Wanted: Foreign policy for Britain's Rishi Sunak

Wanted: Foreign policy for Britain’s Rishi Sunak

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LONDON — Rishi Sunak knows he wants friends on the world stage. But to do so, he will have to explain what kind of friendship he offers.

Britain’s new prime minister will arrive in Bali, Indonesia, for the G20 summit on Monday afternoon, where observers expect him to lay the groundwork for Britain’s foreign policy under his leadership.

After the combative and unpredictable reputations of his predecessors, Sunak’s first task is to smooth the ruffled feathers of Boris Johnson and Liz Truss and restore Britain’s reputation for reliability.

One of his first acts since taking office was to call French President Emmanuel Macron a friend – a deliberate contrast to Truss’ one-off refusal to do so, which caused genuine concern in British diplomatic ranks. Sunak sought a bilateral agreement with his French counterpart at the COP27 climate summit in Egypt this week, a meeting described as “very warm” by a No 10 official. It also sets Johnson’s new prime minister apart, who had a rocky relationship with Macron.

But aside from Sunak’s warm words for one of Britain’s oldest allies, the Prime Minister’s advisers are acutely aware that beyond overtures, he lacks a vision of the UK’s role on the international scene.

Unlike Johnson and Truss, who were both Foreign Secretaries before entering No 10 Downing Street, Sunak came to power after a seven-year parliamentary career defined by his two years as Chancellor overseeing the economic response to the coronavirus. So it’s only natural that as they begin to craft his political priorities, Sunak’s advisers say they are looking to exploit his strengths in economics.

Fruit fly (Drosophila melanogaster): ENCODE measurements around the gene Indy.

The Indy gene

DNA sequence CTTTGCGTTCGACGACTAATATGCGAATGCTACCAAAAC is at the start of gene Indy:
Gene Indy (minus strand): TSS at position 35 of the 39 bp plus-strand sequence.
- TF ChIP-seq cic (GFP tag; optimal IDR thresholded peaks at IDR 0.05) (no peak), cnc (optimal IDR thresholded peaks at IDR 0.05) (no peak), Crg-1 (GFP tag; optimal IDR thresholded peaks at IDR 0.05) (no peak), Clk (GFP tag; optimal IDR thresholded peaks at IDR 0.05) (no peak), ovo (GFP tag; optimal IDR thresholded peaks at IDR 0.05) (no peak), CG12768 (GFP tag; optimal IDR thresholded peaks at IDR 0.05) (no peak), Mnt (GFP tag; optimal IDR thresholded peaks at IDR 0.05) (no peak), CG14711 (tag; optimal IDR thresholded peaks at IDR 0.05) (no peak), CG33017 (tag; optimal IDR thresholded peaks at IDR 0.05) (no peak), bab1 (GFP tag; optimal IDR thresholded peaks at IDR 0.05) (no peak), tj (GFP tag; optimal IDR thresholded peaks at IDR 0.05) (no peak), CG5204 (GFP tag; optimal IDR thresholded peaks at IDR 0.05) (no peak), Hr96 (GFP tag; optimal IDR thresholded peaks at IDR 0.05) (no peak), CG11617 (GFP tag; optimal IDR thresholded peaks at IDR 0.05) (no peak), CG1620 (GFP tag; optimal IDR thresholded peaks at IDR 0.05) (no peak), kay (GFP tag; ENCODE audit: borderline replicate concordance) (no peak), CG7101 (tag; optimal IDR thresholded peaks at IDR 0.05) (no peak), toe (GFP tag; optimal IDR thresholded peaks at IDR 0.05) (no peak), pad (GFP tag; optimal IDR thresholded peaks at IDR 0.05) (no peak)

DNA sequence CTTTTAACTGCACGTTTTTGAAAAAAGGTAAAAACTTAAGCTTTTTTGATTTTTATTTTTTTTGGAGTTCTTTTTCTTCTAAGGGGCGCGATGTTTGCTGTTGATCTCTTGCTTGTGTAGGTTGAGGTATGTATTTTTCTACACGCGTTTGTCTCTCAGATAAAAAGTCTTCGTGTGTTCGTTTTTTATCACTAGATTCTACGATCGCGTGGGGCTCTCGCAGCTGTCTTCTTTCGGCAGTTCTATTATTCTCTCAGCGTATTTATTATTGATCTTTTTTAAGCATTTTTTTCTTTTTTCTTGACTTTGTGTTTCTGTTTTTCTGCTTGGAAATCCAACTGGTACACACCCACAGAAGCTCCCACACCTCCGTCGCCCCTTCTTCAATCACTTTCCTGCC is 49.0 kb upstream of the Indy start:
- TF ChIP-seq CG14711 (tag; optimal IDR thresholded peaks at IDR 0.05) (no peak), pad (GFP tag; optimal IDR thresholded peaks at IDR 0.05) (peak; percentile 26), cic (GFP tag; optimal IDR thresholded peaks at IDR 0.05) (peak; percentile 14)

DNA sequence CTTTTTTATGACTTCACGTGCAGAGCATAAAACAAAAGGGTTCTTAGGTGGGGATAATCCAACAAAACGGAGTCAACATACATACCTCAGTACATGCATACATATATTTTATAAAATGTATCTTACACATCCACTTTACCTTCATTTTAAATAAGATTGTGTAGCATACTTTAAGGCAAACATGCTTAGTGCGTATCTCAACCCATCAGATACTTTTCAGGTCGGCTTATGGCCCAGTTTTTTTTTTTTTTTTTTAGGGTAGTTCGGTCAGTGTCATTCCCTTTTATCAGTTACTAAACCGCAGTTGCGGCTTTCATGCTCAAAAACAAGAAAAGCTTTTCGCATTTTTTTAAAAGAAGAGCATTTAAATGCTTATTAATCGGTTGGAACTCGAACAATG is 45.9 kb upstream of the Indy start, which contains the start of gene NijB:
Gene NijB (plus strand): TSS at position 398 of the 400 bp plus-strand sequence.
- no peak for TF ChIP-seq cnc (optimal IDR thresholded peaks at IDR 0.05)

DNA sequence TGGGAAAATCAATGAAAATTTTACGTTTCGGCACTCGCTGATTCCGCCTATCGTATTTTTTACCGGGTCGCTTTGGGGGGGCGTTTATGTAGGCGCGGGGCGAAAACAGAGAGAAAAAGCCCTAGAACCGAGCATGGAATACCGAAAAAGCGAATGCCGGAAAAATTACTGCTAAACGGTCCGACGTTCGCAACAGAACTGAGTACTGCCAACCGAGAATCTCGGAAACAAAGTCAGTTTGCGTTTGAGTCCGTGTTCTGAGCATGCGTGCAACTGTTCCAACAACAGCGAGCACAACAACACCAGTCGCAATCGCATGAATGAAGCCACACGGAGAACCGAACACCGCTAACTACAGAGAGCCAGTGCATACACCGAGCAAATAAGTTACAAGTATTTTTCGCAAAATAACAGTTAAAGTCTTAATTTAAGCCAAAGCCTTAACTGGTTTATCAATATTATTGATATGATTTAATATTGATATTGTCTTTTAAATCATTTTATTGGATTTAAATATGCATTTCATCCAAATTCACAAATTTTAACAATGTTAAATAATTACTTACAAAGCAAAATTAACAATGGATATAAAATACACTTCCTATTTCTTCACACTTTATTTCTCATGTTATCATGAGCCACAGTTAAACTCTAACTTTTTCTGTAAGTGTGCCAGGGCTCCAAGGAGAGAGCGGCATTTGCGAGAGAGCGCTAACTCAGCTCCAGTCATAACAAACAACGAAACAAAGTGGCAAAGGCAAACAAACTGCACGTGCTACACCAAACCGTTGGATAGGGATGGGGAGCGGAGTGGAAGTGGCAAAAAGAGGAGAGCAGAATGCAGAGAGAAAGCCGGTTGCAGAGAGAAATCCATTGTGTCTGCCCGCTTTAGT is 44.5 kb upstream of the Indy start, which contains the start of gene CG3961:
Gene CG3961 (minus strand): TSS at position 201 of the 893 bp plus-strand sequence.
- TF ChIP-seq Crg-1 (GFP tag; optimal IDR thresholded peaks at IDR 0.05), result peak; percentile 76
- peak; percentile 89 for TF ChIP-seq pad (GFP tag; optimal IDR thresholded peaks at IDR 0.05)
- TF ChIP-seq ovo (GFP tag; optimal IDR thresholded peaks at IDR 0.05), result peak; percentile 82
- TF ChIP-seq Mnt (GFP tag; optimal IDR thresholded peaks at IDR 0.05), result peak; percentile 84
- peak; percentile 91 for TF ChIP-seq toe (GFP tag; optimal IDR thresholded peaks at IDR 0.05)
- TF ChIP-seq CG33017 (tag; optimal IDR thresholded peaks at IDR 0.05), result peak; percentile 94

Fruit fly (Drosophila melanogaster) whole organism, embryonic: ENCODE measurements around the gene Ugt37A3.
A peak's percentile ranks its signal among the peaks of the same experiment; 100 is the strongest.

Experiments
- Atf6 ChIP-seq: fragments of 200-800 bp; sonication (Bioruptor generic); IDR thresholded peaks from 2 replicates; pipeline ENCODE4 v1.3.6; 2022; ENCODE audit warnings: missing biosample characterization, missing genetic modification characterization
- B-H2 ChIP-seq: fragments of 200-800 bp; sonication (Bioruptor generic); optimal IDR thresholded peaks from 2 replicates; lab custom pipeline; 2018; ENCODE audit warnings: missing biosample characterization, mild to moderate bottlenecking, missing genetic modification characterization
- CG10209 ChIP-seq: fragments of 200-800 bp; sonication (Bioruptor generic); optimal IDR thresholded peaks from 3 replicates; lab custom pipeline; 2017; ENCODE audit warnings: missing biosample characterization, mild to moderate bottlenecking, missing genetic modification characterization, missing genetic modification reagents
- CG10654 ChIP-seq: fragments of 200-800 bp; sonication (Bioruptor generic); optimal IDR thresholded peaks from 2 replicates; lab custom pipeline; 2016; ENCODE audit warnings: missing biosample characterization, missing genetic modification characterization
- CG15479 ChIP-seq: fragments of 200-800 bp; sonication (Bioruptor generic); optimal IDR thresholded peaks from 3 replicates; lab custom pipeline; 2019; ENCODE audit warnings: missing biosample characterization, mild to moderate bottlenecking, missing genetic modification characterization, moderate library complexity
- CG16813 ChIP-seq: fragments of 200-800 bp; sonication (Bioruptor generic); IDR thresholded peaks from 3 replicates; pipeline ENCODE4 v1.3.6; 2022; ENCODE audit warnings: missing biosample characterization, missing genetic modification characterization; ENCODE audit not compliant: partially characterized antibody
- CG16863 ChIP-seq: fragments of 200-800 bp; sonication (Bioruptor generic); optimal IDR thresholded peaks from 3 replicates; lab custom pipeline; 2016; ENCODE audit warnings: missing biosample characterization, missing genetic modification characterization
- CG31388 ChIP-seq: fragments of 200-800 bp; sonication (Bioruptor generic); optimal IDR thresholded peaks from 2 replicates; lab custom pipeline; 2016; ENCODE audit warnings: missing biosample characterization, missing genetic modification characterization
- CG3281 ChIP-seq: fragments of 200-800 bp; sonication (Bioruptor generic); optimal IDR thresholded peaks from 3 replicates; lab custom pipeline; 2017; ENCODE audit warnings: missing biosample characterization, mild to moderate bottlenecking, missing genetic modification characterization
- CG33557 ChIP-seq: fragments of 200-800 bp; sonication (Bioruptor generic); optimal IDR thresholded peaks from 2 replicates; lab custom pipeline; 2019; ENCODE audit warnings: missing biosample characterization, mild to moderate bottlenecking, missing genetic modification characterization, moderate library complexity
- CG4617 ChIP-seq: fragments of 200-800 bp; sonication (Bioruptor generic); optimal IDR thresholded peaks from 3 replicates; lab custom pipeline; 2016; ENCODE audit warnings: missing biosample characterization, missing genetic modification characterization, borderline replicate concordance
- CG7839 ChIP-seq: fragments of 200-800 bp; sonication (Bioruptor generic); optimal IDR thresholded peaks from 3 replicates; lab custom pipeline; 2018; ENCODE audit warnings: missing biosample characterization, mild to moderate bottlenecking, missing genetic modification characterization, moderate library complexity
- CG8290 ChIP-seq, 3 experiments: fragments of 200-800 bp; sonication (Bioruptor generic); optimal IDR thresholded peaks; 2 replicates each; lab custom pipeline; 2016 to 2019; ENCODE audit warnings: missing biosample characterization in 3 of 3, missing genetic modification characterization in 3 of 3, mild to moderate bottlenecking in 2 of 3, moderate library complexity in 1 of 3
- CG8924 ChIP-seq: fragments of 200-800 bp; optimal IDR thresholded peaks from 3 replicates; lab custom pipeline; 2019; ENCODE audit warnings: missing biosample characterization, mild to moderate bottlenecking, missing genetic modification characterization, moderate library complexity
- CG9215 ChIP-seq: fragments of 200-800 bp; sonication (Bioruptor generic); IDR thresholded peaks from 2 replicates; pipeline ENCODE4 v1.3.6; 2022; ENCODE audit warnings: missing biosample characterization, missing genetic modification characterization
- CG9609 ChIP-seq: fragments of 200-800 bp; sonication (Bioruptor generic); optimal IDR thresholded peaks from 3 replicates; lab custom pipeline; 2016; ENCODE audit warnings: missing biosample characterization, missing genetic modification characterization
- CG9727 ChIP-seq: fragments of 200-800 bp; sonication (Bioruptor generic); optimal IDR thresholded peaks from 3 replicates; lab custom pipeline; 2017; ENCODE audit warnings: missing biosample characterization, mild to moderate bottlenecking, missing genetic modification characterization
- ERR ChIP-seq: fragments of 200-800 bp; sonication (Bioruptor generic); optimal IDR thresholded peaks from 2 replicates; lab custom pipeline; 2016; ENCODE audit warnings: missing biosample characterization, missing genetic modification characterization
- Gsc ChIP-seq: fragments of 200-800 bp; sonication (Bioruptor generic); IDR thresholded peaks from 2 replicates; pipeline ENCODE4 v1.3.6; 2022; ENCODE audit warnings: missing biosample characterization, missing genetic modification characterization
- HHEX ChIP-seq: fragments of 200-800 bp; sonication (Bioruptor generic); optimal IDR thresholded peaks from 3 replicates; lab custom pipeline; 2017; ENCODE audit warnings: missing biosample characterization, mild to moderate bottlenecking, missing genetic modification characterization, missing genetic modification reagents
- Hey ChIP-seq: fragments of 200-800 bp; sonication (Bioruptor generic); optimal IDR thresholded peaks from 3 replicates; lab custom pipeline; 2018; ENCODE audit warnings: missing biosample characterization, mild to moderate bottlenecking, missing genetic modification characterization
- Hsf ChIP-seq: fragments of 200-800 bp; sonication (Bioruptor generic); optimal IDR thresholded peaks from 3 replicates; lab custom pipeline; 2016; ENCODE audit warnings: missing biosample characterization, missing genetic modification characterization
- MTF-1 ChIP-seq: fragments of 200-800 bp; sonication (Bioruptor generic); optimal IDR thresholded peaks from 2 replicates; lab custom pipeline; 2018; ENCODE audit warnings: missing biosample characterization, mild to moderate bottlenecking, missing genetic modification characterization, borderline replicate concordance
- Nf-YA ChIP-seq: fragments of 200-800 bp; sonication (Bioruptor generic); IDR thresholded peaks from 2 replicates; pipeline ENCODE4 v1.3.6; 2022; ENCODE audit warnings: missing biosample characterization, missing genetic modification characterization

After Russia’s invasion of Ukraine caused a spike in global energy prices and inflation, British officials expect international economic security concerns to come to the fore again as they did so after the financial crash of 2008.

The prime minister at the time, Gordon Brown, was also a former chancellor. He brokered a “come together of the world” to agree a package of aid to the global economy at a G20 summit in London in 2009.

At a cabinet meeting earlier this week, Sunak referred to this G20 summit during the financial crisis. He told ministers Bali was a chance to face common economic challenges and “show those who stayed home how it would help them”, his spokesman said.

Before he can offer global leadership, however, Sunak must restore economic stability at home. A No 10 official said: ‘The only good foreign policy that is made is based on a solid economic foundation.’

“He comes to the G20 in a rather weak position,” said former senior British diplomat Peter Ricketts. “Having brought its financial system to the brink of collapse under Truss, the UK has one of the lowest growth rates and highest inflation rates, certainly among the G7 if not the G20.

“Everyone will be aware that he faces huge national economic problems at home, which doesn’t put him in a great position to offer leadership, frankly, in this area.”

Sunak also doesn’t have a lot of money to spend. David Lawrence, a researcher at the Chatham House think tank, said the state of Britain’s finances severely limited the new prime minister’s options.

“Whether the Indo-Pacific tilt [to strengthen economic ties in the region], making Britain a science and technology superpower, or funding defence, aid and diplomacy – whatever you want to do in terms of global ambitions, you have to be able to pay for it,” Lawrence said. . “And it’s much more difficult if you have a weak economy.”

One consequence of this has been that the UK has cut back on international aid spending, which has not gone unnoticed overseas. “Our reputation as a serious country on development policy, which was very strong in the days of DFID, is very degraded,” said Ricketts, referring to the former Department for International Development (DFID), that Johnson merged with the Department of Foreign Affairs. “It rather weakens his hand as well and will be noticed by the G20.”